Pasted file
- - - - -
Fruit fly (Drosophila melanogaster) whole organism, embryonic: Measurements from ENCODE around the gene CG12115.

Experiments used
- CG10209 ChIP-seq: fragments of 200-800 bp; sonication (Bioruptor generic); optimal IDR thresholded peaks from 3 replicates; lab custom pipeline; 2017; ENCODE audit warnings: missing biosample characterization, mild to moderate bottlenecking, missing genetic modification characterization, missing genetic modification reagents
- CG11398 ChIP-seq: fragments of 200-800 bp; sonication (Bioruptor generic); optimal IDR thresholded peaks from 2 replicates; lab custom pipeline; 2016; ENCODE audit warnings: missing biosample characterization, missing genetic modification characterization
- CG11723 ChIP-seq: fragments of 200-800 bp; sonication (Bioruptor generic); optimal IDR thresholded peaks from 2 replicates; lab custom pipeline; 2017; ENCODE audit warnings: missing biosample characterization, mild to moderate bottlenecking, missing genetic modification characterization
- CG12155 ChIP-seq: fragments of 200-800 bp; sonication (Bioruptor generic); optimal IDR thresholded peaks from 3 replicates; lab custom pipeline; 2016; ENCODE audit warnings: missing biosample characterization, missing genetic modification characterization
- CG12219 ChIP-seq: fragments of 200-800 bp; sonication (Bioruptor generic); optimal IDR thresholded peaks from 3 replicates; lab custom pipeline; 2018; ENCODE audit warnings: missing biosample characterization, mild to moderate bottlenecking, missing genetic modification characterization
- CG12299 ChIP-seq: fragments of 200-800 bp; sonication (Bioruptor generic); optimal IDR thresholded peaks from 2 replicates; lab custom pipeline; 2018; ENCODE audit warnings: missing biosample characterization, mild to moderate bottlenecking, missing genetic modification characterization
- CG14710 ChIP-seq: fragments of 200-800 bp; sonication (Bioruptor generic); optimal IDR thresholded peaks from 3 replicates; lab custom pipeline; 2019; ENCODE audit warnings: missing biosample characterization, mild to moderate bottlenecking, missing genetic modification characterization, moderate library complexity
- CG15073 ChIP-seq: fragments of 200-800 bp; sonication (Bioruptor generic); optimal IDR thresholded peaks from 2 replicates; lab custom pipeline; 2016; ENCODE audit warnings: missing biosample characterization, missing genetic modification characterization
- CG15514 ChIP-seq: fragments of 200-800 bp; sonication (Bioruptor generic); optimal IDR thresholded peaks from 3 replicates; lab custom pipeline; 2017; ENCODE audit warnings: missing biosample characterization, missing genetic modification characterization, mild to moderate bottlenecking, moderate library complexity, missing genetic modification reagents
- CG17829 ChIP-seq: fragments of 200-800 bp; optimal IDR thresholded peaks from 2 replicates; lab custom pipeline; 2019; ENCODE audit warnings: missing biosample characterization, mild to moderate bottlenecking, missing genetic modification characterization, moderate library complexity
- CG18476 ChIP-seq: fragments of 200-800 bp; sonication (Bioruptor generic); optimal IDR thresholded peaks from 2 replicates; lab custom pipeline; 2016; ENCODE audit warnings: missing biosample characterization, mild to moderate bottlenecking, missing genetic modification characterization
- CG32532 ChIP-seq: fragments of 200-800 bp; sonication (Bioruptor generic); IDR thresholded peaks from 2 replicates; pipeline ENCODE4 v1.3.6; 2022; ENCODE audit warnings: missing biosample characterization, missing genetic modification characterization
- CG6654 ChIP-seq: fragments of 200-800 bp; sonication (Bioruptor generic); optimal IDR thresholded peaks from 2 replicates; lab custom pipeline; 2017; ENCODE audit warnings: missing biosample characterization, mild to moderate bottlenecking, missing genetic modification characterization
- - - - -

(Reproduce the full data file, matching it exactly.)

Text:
Fruit fly (Drosophila melanogaster) whole organism, embryonic: Measurements from ENCODE around the gene CG12115.

Experiments used
- CG10209 ChIP-seq: fragments of 200-800 bp; sonication (Bioruptor generic); optimal IDR thresholded peaks from 3 replicates; lab custom pipeline; 2017; ENCODE audit warnings: missing biosample characterization, mild to moderate bottlenecking, missing genetic modification characterization, missing genetic modification reagents
- CG11398 ChIP-seq: fragments of 200-800 bp; sonication (Bioruptor generic); optimal IDR thresholded peaks from 2 replicates; lab custom pipeline; 2016; ENCODE audit warnings: missing biosample characterization, missing genetic modification characterization
- CG11723 ChIP-seq: fragments of 200-800 bp; sonication (Bioruptor generic); optimal IDR thresholded peaks from 2 replicates; lab custom pipeline; 2017; ENCODE audit warnings: missing biosample characterization, mild to moderate bottlenecking, missing genetic modification characterization
- CG12155 ChIP-seq: fragments of 200-800 bp; sonication (Bioruptor generic); optimal IDR thresholded peaks from 3 replicates; lab custom pipeline; 2016; ENCODE audit warnings: missing biosample characterization, missing genetic modification characterization
- CG12219 ChIP-seq: fragments of 200-800 bp; sonication (Bioruptor generic); optimal IDR thresholded peaks from 3 replicates; lab custom pipeline; 2018; ENCODE audit warnings: missing biosample characterization, mild to moderate bottlenecking, missing genetic modification characterization
- CG12299 ChIP-seq: fragments of 200-800 bp; sonication (Bioruptor generic); optimal IDR thresholded peaks from 2 replicates; lab custom pipeline; 2018; ENCODE audit warnings: missing biosample characterization, mild to moderate bottlenecking, missing genetic modification characterization
- CG14710 ChIP-seq: fragments of 200-800 bp; sonication (Bioruptor generic); optimal IDR thresholded peaks from 3 replicates; lab custom pipeline; 2019; ENCODE audit warnings: missing biosample characterization, mild to moderate bottlenecking, missing genetic modification characterization, moderate library complexity
- CG15073 ChIP-seq: fragments of 200-800 bp; sonication (Bioruptor generic); optimal IDR thresholded peaks from 2 replicates; lab custom pipeline; 2016; ENCODE audit warnings: missing biosample characterization, missing genetic modification characterization
- CG15514 ChIP-seq: fragments of 200-800 bp; sonication (Bioruptor generic); optimal IDR thresholded peaks from 3 replicates; lab custom pipeline; 2017; ENCODE audit warnings: missing biosample characterization, missing genetic modification characterization, mild to moderate bottlenecking, moderate library complexity, missing genetic modification reagents
- CG17829 ChIP-seq: fragments of 200-800 bp; optimal IDR thresholded peaks from 2 replicates; lab custom pipeline; 2019; ENCODE audit warnings: missing biosample characterization, mild to moderate bottlenecking, missing genetic modification characterization, moderate library complexity
- CG18476 ChIP-seq: fragments of 200-800 bp; sonication (Bioruptor generic); optimal IDR thresholded peaks from 2 replicates; lab custom pipeline; 2016; ENCODE audit warnings: missing biosample characterization, mild to moderate bottlenecking, missing genetic modification characterization
- CG32532 ChIP-seq: fragments of 200-800 bp; sonication (Bioruptor generic); IDR thresholded peaks from 2 replicates; pipeline ENCODE4 v1.3.6; 2022; ENCODE audit warnings: missing biosample characterization, missing genetic modification characterization
- CG6654 ChIP-seq: fragments of 200-800 bp; sonication (Bioruptor generic); optimal IDR thresholded peaks from 2 replicates; lab custom pipeline; 2017; ENCODE audit warnings: missing biosample characterization, mild to moderate bottlenecking, missing genetic modification characterization